I can’t say I’ve read a whole lot of historical fiction – I’ve only read a handful, the bulk of which I consider to be the “popular” ones, which is to say they are not the best exemplars of the category out there – but it seems I have a love-hate relationship with the genre. The historical novels I’ve read are indeed like tapestries: detailed, finely wrought and colorful, but essentially static. Things happen to these needlework queens and kings, courtiers and common folk, but most of the time they do not make things happen. They remain lifeless figures. And the languorous tendency in which their lives are narrated – and yes, there are parts of their historical lives that you sometimes just can’t be bothered to be interested in – naturally ought to put you to sleep.
This one, however, kept me up. This is my first Philippa Gregory, though I have previously seen the film adaptation of The Other Boleyn Girl. And, what can I say: this novel almost resembles a film, attempting to be as “accurate” as any documentary but without being detached or dispassionate. A rich, consistently engrossing narrative voice is her preeminent tool, and in The Red Queen I felt that the protagonist was right in the room with me, whispering confidences – so close that I could see the perspiration on her upper lip, the crucifix around her neck, the gold embroidery on her gown.
Unfortunately this is book two of the series Gregory calls The Cousins’ War, and the starring role is played by Lady Margaret Beaufort. A Lancastrian descended from Edward III (and thus in line for the English throne), Margaret soon discovers that her family tree will determine her entire future. This pious and intense child doesn’t see why she can’t become Joan of Arc, or a nun (preferably an abbess), or at least marry for love. But to be strategically “wedded and bedded” is her lot. As her mother puts it in a chilly premarital advisory, “You are a girl: girls have no choice.”
Margaret is a victim of the standard chauvinism of the 1400s. Although she’s not a sympathetic personality – Freud would have had a field day with this obsessive, repressed woman – the way she was raised would make anyone hard. Virtually raped by her husband at 12, a mother at 13 (“I have to say I am much less impressed by crucifixion now that I am in childbirth. It is really not possible that anything could hurt more than this”) and separated from her baby a year later so she can marry again, Margaret is, she muses, “a parcel – taken from one place to another, handed from one owner to another, unwrapped and bundled up at will.”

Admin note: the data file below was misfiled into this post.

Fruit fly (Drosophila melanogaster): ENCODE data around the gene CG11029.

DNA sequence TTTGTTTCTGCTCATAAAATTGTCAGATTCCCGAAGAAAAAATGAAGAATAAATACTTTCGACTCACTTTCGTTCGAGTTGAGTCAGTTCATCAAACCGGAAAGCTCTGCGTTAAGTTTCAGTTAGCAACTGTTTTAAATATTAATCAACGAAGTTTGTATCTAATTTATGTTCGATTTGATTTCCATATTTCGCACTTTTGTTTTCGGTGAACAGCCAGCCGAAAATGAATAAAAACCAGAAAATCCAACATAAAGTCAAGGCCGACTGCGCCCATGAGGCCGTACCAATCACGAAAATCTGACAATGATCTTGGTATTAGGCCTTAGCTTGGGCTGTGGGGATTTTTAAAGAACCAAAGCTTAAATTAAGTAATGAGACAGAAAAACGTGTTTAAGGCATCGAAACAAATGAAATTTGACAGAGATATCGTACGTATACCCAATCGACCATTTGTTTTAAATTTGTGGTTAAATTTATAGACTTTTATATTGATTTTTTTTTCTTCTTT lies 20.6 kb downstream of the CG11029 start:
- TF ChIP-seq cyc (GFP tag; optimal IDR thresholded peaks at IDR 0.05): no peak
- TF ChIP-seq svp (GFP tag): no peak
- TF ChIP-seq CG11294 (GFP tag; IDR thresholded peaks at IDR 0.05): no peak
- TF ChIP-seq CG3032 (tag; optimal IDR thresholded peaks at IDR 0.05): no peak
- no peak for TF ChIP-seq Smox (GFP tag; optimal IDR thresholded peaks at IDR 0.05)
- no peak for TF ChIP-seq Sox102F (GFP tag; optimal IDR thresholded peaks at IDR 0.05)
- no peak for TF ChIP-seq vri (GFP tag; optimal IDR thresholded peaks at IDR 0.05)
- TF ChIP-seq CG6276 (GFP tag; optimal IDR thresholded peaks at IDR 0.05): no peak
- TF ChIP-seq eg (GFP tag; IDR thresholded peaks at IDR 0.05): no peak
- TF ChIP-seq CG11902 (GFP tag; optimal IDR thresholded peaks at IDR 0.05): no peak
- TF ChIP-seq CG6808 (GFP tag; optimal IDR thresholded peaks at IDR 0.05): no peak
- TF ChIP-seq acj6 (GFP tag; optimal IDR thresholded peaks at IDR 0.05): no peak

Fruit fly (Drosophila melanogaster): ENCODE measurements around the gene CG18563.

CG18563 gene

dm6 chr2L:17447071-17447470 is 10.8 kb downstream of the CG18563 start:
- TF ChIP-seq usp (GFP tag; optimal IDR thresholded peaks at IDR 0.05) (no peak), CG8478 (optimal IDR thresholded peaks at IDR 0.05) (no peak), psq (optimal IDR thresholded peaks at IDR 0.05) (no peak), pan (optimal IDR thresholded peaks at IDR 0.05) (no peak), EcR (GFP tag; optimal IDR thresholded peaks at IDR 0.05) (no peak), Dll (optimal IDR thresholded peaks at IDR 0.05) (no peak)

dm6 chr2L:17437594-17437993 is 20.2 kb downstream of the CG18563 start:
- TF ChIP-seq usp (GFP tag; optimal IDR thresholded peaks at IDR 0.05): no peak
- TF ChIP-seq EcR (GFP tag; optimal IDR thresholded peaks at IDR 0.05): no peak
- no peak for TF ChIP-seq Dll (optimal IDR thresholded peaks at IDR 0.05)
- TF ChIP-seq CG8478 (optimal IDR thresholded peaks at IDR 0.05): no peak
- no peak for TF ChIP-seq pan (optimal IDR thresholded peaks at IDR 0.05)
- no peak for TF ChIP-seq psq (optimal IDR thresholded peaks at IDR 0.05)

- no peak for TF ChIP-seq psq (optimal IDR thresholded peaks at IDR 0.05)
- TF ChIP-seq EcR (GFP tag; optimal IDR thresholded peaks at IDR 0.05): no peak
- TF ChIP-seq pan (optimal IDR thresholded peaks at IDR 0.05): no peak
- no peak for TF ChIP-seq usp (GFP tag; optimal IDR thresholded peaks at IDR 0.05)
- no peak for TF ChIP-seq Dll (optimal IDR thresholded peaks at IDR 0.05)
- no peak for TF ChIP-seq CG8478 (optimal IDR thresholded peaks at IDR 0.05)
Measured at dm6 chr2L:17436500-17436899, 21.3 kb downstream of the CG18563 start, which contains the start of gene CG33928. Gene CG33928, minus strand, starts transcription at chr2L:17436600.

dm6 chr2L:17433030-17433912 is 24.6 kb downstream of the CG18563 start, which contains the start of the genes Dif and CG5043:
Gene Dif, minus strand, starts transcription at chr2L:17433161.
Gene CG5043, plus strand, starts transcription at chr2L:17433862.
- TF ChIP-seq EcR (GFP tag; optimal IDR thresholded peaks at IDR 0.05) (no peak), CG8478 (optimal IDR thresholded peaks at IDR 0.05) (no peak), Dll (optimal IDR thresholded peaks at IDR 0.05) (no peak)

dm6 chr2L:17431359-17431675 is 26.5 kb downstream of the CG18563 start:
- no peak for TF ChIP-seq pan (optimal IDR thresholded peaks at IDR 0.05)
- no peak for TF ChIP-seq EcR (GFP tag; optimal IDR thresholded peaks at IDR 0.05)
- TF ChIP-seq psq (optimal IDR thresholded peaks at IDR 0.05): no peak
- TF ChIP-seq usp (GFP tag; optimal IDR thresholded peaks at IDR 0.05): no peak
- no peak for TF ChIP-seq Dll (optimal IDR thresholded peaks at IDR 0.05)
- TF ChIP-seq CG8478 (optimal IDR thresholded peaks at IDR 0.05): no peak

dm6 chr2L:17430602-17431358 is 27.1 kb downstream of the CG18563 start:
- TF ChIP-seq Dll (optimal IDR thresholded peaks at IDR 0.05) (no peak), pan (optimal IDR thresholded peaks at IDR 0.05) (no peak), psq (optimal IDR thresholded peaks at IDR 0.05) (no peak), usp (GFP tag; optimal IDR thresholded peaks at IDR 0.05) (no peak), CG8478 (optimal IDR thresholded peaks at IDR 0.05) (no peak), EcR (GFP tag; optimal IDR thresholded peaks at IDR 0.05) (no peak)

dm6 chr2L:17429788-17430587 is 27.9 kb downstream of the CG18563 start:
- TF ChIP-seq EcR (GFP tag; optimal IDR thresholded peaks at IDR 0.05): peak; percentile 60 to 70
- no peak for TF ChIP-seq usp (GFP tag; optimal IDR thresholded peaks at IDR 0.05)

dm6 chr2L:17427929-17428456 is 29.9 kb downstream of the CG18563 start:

As Margaret grows up, it seemed to me that her fanatical faith had intensified into a psychosis, but she sublimates it from aspirations to a life of prayer to the worldlier, almost Machiavellian vision of her son as king. Since Margaret’s first husband, Edmund Tudor, is also of royal lineage, their offspring could conceivably rule the land as Henry VII, were it not for the many other aristocratic heads that would have to roll before his was crowned.
That doesn’t deter Margaret. In the next couple of decades, she lies, cheats and conspires her way through two more loveless (and childless) marriages, pretending loyalty to the reigning Yorkist monarchs while fomenting rebellion – first against Edward IV and his wife, the beautiful commoner Elizabeth Woodville (the protagonist of Gregory’s The White Queen and Margaret’s greatest adversary), and then against his successor, Richard III.
The result is that Elizabeth and Margaret are set up like queens in a chess game, and their stratagems couldn’t be more fascinatingly intricate if they’d been invented out of whole cloth rather than based on the historical record. Elizabeth is blond, ravishing, rather greedy, and reputed to be a witch. Margaret is dark, comely enough but no beauty, disciplined and passionately Catholic. Raging against her rival, Margaret calls Elizabeth’s pride, vanity and ambition “sinful,” while her own desires are “godly” and “righteous” (self-deceptive much?). She clings to her self-image as a latter-day Joan, a Machiavelli masquerading as Mother Teresa.
The Red Queen manages to be suspenseful because it hews so closely to Margaret’s point of view (to her, the outcome is in doubt until the very last page). There is a wicked pleasure in tracking her treasonous schemes while her son waits in safe exile on the continent. She even marries for his sake, taking for her third husband the most opportunistic of men: Thomas, Lord Stanley. He agrees to her offer of marriage as if it were a business proposition, which indeed it is.
And a smart one, since the two-faced Lord Stanley turns out to be the key to the novel’s denouement, when Margaret’s son faces Richard III on Bosworth Field. Gregory writes of the battle so grippingly that it unfolds like an action movie, cruel and exciting. It ends, the victor emerges, and I’m left quite intrigued about the saga’s prequel and sequel.